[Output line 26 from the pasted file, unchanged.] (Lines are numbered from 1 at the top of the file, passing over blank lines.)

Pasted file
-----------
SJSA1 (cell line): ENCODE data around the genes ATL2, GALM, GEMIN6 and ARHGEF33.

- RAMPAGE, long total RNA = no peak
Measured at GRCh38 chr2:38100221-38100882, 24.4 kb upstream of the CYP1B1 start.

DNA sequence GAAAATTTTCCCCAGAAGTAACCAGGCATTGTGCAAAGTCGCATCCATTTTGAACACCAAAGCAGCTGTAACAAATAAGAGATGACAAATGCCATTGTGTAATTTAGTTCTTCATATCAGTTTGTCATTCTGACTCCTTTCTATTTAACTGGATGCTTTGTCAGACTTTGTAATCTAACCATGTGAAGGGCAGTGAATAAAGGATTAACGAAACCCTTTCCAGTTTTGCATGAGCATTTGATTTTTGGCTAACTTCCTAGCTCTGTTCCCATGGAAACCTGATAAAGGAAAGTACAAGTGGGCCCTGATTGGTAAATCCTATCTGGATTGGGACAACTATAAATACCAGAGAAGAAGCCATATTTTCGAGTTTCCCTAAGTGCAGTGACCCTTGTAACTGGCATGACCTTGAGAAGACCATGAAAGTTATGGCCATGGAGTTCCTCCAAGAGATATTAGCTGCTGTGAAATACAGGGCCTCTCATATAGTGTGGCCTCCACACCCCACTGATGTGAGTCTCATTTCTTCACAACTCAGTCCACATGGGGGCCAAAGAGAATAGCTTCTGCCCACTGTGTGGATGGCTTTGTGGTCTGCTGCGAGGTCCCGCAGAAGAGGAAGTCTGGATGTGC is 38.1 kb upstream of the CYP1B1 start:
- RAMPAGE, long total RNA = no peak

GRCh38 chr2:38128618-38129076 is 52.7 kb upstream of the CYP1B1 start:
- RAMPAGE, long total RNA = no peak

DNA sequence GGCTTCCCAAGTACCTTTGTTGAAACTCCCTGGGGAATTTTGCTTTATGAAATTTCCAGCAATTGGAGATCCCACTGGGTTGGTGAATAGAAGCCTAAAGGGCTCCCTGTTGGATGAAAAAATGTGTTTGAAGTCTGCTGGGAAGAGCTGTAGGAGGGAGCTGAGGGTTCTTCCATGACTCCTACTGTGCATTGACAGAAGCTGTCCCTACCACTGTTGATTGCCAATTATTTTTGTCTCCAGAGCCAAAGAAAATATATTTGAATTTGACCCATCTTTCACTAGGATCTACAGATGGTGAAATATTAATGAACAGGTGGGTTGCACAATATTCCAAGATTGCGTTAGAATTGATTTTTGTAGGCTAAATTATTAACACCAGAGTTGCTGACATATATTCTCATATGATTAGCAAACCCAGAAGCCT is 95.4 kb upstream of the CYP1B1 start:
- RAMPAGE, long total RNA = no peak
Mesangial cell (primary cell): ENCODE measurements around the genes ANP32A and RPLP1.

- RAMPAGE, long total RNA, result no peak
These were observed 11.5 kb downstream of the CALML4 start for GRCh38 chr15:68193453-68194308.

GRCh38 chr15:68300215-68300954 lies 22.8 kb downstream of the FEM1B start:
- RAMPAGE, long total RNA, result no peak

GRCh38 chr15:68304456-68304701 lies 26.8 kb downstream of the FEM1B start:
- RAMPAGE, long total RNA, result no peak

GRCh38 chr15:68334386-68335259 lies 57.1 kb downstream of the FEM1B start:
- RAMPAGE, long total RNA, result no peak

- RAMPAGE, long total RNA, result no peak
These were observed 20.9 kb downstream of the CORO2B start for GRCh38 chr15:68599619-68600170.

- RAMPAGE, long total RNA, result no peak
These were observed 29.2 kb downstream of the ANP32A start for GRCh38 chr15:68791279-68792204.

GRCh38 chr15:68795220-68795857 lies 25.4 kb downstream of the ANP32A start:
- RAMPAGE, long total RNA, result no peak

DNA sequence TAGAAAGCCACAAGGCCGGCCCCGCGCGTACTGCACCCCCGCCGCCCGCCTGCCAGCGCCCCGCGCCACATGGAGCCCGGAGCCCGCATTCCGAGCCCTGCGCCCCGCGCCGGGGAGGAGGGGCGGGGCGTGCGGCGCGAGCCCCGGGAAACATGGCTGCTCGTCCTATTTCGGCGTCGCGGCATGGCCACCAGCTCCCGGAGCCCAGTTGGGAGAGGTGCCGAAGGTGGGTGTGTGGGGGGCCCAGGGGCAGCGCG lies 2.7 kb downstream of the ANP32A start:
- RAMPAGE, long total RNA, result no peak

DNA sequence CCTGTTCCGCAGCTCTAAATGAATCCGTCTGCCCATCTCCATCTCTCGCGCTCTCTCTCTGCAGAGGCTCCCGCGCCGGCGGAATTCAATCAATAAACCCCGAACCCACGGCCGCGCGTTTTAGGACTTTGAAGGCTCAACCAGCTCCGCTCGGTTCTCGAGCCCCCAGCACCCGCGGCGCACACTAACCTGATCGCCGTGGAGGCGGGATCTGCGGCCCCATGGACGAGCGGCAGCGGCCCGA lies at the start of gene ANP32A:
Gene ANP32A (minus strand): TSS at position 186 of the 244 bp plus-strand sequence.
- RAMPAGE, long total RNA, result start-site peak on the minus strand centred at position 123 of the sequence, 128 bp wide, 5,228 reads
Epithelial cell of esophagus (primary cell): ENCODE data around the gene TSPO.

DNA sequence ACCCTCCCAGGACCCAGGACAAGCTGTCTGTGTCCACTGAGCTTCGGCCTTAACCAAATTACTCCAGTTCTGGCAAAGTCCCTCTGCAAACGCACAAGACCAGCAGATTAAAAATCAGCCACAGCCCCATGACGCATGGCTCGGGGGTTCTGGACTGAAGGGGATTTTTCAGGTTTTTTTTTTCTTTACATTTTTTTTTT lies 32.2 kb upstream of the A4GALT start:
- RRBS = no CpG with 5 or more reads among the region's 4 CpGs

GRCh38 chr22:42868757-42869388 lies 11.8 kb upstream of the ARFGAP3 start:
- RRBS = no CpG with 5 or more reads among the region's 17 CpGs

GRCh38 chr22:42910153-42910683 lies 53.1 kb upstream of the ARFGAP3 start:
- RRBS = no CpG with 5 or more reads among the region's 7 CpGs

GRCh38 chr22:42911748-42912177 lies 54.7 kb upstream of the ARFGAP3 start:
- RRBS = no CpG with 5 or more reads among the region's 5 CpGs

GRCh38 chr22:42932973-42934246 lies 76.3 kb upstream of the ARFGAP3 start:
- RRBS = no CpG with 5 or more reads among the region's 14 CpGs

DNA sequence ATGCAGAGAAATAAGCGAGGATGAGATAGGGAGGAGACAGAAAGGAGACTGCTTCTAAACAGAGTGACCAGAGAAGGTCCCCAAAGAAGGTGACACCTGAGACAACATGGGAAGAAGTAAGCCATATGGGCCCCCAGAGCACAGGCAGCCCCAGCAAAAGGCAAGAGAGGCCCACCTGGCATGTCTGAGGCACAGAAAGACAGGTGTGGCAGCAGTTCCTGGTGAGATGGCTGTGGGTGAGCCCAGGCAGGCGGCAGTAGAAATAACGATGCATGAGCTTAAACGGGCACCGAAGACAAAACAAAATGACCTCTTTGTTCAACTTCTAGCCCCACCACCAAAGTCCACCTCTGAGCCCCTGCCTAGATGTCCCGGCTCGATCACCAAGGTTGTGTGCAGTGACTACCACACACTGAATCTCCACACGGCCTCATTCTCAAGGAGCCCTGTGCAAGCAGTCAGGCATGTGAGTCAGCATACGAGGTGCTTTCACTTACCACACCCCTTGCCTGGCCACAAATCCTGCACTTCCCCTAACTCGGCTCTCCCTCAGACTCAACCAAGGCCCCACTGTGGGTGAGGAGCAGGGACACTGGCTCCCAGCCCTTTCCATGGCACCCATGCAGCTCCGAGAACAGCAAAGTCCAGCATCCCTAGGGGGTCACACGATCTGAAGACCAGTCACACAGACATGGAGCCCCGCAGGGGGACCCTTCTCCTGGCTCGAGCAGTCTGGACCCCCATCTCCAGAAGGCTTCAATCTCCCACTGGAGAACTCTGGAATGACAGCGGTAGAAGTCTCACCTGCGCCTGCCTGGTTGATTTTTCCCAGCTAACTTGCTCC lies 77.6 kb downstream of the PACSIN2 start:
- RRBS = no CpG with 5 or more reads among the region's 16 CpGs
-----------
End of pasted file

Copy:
- RAMPAGE, long total RNA, result no peak